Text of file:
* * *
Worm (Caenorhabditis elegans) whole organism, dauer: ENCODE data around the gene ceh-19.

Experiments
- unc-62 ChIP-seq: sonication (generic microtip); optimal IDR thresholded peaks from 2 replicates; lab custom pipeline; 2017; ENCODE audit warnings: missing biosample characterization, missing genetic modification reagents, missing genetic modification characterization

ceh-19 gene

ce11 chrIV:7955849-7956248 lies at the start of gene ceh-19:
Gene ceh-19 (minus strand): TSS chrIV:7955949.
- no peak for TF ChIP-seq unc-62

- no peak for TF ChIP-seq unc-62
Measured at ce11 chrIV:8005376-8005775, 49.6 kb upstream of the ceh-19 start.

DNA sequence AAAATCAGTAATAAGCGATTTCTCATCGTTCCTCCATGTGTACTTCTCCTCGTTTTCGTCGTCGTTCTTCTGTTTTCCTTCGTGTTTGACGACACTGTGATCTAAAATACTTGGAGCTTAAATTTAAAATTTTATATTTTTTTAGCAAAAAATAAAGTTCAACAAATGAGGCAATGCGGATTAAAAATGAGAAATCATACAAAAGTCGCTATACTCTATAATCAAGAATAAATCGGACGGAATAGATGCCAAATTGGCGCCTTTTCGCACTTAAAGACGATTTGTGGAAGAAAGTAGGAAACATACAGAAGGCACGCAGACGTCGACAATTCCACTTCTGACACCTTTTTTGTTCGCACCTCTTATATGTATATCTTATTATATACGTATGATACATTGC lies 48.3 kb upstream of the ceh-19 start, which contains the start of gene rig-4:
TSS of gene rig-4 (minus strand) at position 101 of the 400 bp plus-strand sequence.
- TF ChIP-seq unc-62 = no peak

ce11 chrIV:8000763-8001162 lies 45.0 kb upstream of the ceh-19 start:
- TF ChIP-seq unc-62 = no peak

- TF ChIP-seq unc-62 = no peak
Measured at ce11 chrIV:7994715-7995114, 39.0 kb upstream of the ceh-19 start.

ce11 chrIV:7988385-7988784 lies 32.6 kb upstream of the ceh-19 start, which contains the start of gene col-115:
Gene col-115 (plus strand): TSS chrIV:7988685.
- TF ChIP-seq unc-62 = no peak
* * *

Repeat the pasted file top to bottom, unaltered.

Worm (Caenorhabditis elegans) whole organism, dauer: ENCODE data around the gene ceh-19.

Experiments
- unc-62 ChIP-seq: sonication (generic microtip); optimal IDR thresholded peaks from 2 replicates; lab custom pipeline; 2017; ENCODE audit warnings: missing biosample characterization, missing genetic modification reagents, missing genetic modification characterization

ceh-19 gene

ce11 chrIV:7955849-7956248 lies at the start of gene ceh-19:
Gene ceh-19 (minus strand): TSS chrIV:7955949.
- no peak for TF ChIP-seq unc-62

- no peak for TF ChIP-seq unc-62
Measured at ce11 chrIV:8005376-8005775, 49.6 kb upstream of the ceh-19 start.

DNA sequence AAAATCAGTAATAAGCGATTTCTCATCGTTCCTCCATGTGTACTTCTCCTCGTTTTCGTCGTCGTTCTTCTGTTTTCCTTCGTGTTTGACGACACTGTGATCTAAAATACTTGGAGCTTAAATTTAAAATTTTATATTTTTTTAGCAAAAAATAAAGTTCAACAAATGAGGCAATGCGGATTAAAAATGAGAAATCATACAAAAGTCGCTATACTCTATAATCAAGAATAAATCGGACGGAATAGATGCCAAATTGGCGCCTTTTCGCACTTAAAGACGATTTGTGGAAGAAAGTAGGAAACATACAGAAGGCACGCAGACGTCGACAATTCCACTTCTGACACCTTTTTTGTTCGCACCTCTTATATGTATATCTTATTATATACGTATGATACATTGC lies 48.3 kb upstream of the ceh-19 start, which contains the start of gene rig-4:
TSS of gene rig-4 (minus strand) at position 101 of the 400 bp plus-strand sequence.
- TF ChIP-seq unc-62 = no peak

ce11 chrIV:8000763-8001162 lies 45.0 kb upstream of the ceh-19 start:
- TF ChIP-seq unc-62 = no peak

- TF ChIP-seq unc-62 = no peak
Measured at ce11 chrIV:7994715-7995114, 39.0 kb upstream of the ceh-19 start.

ce11 chrIV:7988385-7988784 lies 32.6 kb upstream of the ceh-19 start, which contains the start of gene col-115:
Gene col-115 (plus strand): TSS chrIV:7988685.
- TF ChIP-seq unc-62 = no peak